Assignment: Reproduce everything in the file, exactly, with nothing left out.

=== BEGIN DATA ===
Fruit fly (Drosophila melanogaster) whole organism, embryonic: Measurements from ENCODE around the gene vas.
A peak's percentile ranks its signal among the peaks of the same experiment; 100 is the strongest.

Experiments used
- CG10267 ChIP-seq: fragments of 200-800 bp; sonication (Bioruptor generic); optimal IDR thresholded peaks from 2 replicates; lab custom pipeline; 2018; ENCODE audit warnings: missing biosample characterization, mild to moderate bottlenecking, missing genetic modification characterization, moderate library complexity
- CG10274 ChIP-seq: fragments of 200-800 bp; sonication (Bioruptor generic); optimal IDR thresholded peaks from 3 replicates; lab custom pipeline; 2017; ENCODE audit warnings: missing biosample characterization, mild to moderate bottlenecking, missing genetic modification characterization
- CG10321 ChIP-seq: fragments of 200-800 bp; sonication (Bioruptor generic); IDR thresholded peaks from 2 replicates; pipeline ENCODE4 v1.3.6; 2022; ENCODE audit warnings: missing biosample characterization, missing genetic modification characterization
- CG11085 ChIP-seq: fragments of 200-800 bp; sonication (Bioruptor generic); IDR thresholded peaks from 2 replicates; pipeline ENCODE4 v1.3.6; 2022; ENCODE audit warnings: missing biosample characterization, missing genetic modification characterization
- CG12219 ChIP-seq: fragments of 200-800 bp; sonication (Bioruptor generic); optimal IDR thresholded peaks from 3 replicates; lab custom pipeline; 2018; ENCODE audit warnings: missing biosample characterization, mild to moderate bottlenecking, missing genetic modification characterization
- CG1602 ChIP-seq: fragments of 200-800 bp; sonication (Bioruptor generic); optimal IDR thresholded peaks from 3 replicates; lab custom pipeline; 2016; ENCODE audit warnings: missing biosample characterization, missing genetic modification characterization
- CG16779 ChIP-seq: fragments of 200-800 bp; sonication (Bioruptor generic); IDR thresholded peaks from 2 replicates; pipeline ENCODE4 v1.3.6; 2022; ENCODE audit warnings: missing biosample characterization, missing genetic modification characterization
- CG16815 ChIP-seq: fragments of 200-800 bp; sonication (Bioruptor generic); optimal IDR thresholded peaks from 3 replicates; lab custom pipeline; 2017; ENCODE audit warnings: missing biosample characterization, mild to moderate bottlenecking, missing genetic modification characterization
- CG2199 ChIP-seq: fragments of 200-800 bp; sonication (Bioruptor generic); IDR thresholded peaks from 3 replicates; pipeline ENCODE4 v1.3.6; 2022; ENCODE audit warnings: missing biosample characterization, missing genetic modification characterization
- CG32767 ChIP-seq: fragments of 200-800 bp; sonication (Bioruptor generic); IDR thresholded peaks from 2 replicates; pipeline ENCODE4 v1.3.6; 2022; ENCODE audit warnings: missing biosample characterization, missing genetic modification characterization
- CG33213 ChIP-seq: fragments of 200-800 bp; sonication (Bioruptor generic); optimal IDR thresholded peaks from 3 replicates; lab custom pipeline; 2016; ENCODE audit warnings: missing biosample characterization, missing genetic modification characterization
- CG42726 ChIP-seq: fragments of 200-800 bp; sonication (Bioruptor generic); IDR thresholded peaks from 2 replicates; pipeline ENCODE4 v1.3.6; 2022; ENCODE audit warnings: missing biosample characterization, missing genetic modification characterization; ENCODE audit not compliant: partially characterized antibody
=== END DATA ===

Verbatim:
Fruit fly (Drosophila melanogaster) whole organism, embryonic: Measurements from ENCODE around the gene vas.
A peak's percentile ranks its signal among the peaks of the same experiment; 100 is the strongest.

Experiments used
- CG10267 ChIP-seq: fragments of 200-800 bp; sonication (Bioruptor generic); optimal IDR thresholded peaks from 2 replicates; lab custom pipeline; 2018; ENCODE audit warnings: missing biosample characterization, mild to moderate bottlenecking, missing genetic modification characterization, moderate library complexity
- CG10274 ChIP-seq: fragments of 200-800 bp; sonication (Bioruptor generic); optimal IDR thresholded peaks from 3 replicates; lab custom pipeline; 2017; ENCODE audit warnings: missing biosample characterization, mild to moderate bottlenecking, missing genetic modification characterization
- CG10321 ChIP-seq: fragments of 200-800 bp; sonication (Bioruptor generic); IDR thresholded peaks from 2 replicates; pipeline ENCODE4 v1.3.6; 2022; ENCODE audit warnings: missing biosample characterization, missing genetic modification characterization
- CG11085 ChIP-seq: fragments of 200-800 bp; sonication (Bioruptor generic); IDR thresholded peaks from 2 replicates; pipeline ENCODE4 v1.3.6; 2022; ENCODE audit warnings: missing biosample characterization, missing genetic modification characterization
- CG12219 ChIP-seq: fragments of 200-800 bp; sonication (Bioruptor generic); optimal IDR thresholded peaks from 3 replicates; lab custom pipeline; 2018; ENCODE audit warnings: missing biosample characterization, mild to moderate bottlenecking, missing genetic modification characterization
- CG1602 ChIP-seq: fragments of 200-800 bp; sonication (Bioruptor generic); optimal IDR thresholded peaks from 3 replicates; lab custom pipeline; 2016; ENCODE audit warnings: missing biosample characterization, missing genetic modification characterization
- CG16779 ChIP-seq: fragments of 200-800 bp; sonication (Bioruptor generic); IDR thresholded peaks from 2 replicates; pipeline ENCODE4 v1.3.6; 2022; ENCODE audit warnings: missing biosample characterization, missing genetic modification characterization
- CG16815 ChIP-seq: fragments of 200-800 bp; sonication (Bioruptor generic); optimal IDR thresholded peaks from 3 replicates; lab custom pipeline; 2017; ENCODE audit warnings: missing biosample characterization, mild to moderate bottlenecking, missing genetic modification characterization
- CG2199 ChIP-seq: fragments of 200-800 bp; sonication (Bioruptor generic); IDR thresholded peaks from 3 replicates; pipeline ENCODE4 v1.3.6; 2022; ENCODE audit warnings: missing biosample characterization, missing genetic modification characterization
- CG32767 ChIP-seq: fragments of 200-800 bp; sonication (Bioruptor generic); IDR thresholded peaks from 2 replicates; pipeline ENCODE4 v1.3.6; 2022; ENCODE audit warnings: missing biosample characterization, missing genetic modification characterization
- CG33213 ChIP-seq: fragments of 200-800 bp; sonication (Bioruptor generic); optimal IDR thresholded peaks from 3 replicates; lab custom pipeline; 2016; ENCODE audit warnings: missing biosample characterization, missing genetic modification characterization
- CG42726 ChIP-seq: fragments of 200-800 bp; sonication (Bioruptor generic); IDR thresholded peaks from 2 replicates; pipeline ENCODE4 v1.3.6; 2022; ENCODE audit warnings: missing biosample characterization, missing genetic modification characterization; ENCODE audit not compliant: partially characterized antibody